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Tips from a Marine Surveyor: Avoid These Yacht-Buying Pitfalls

BY Amanda Noon - 0 COMMENTS

Career marine surveyor Tarn Kelsey wants you to know that marine surveys are a lot more than just a required step in the yacht-buying process: they're an opportunity. Purchasing a yacht is an exciting time, but prospective buyers would be wise to leverage the marine survey process to their advantage. We sat down with Tarn to talk through the marine survey process and his tips and advice for how you can get the most out of your next survey and avoid the common pitfalls he sees yacht buyers make.

Survey Says...

So what is a marine survey? Marine surveys are reports and valuations prepared by certified marine surveyors, who are like expert witnesses, acting as impartial third parties in a transaction. They are like a home inspector and an appraiser rolled into one, both inspecting and assigning a value. Tarn's specialty is pre-purchase inspections. He inspects the boat and prepares a written report for the prospective buyer, as well as for the insurance and financing companies involved. Tarn has been in the marine business since he began working in boat repair at 18. At 36, he hung up the tool belt and began apprenticing with a marine surveyor, and has been surveying boats ever since. 

When does a marine survey happen?

Pre-purchase inspections happen after a prospective buyer contacts a listing broker, decides they want to buy a boat, and signs a contract to start the purchasing process. That contract starts a clock for the rest of the process, and that's when it's time to get a marine surveyor like Tarn on board to take a look at the boat. 

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Survey Surveyors

Choosing a marine surveyor you trust is key. Most folks find Tarn through word-of-mouth recommendations from happy past clients, so reaching out to your networks can be a great way to get a few names to start with; brokers will usually recommend several names to preserve impartiality in picking surveyors. If you're searching online, look for names that come up again and again while cross-referencing forums, websites, and/or boat manufacturers' owner's groups. As the one who's ultimately buying the boat, you have the final say on who your marine surveyor is. It's a good idea to interview a few to find the right fit. You'll need to know if a potential surveyor:

- has enough career experience under their belt;

- is available to perform the survey and produce the report within the given timeframe;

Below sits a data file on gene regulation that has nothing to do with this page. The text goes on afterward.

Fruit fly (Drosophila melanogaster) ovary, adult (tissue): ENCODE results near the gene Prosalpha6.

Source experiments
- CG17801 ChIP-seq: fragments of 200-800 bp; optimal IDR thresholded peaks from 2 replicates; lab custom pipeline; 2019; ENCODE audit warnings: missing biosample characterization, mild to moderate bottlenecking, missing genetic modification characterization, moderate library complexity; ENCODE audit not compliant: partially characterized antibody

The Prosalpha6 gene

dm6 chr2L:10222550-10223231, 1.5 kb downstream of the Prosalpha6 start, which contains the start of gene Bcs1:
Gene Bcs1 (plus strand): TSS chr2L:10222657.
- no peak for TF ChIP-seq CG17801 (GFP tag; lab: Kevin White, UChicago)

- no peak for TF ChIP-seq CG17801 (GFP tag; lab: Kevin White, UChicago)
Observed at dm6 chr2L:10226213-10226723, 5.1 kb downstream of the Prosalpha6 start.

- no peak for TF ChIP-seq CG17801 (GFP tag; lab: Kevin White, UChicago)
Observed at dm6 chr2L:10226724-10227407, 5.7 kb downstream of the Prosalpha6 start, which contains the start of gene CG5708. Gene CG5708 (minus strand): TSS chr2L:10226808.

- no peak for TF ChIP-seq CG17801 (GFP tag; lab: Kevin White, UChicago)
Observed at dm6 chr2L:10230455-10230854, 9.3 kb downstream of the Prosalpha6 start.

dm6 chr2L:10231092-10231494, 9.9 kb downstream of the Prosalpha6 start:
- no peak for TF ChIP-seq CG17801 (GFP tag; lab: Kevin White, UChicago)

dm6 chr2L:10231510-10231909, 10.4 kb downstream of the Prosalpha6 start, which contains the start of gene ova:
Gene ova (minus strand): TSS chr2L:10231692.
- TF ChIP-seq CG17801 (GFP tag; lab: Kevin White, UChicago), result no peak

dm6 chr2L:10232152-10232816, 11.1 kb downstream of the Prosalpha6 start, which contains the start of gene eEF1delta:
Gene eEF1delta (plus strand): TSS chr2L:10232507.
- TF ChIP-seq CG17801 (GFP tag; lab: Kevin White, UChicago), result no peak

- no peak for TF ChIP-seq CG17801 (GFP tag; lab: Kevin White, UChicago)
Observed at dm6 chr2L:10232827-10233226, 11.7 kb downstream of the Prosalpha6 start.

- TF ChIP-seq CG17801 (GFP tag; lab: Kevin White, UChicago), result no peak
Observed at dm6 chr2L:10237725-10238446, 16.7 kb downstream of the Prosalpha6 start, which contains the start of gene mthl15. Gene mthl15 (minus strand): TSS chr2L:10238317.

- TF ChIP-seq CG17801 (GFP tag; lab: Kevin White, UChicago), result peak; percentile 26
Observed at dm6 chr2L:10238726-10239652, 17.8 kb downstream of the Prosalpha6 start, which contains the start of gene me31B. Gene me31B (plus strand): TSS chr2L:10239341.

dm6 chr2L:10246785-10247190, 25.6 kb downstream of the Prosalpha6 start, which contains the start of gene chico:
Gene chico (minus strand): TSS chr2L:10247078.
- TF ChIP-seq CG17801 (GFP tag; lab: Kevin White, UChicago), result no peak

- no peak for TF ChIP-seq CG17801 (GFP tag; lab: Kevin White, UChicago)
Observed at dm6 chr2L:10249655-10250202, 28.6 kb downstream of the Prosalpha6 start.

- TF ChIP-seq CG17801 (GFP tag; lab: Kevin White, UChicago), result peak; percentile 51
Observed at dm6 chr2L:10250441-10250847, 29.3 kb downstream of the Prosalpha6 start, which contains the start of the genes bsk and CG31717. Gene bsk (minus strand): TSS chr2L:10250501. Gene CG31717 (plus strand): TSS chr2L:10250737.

- is familiar with the type of boat you're buying (sail vs. power, etc.); and

- tests engines, generators, and/or other specific equipment on the boat, and to what extent.

If you're going through the purchase process solo, you may want to keep in mind that some marine surveyors will only work with buyers who are working with a broker. Working with a broker can make the purchase process go much more smoothly for you overall, and the survey day for your marine surveyor: they know the ins and outs of how to prep the boat to ensure a successful day.


Macro to Micro

When Tarn arrives to survey a boat, he starts with the big things first: Are there basic structural problems? Is the rudder falling off? Is the deck rotting? Has the engine obviously caught on fire? After he's gotten an initial feel for the boat as a whole, he tackles the details, working his way through systems, and taking the boat out for a test run to check navigation systems and the sails on sailboats. Does the refrigeration work? How well? Are the hoses in good condition? How many hours are on the engine? This macro-to-micro approach allows him to systematically assess the boat's condition and begin working toward a valuation. Different used boats have different levels of wear and tear, and a marine surveyor can give you fantastic insight into the lifespans of various onboard systems and how well you can expect the boat to perform for your intended purposes. 

How do surveyors assign value to a boat?

It depends on the boat! Some boats are easy because they're from a popular brand with a lot of comps on the market to compare value to. Custom boats with no sister ships can be a little trickier and you have to get creative to figure out fair comparisons. Overall, the basic question is whether the boat is above or below average for what it is and how it compares to similar boats.

Mistakes Yacht Buyers Make